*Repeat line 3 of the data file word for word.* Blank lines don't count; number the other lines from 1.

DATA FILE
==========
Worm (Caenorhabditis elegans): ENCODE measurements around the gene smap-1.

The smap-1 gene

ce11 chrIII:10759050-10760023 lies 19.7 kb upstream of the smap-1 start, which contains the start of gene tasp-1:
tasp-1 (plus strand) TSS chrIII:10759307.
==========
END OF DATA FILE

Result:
ce11 chrIII:10759050-10760023 lies 19.7 kb upstream of the smap-1 start, which contains the start of gene tasp-1: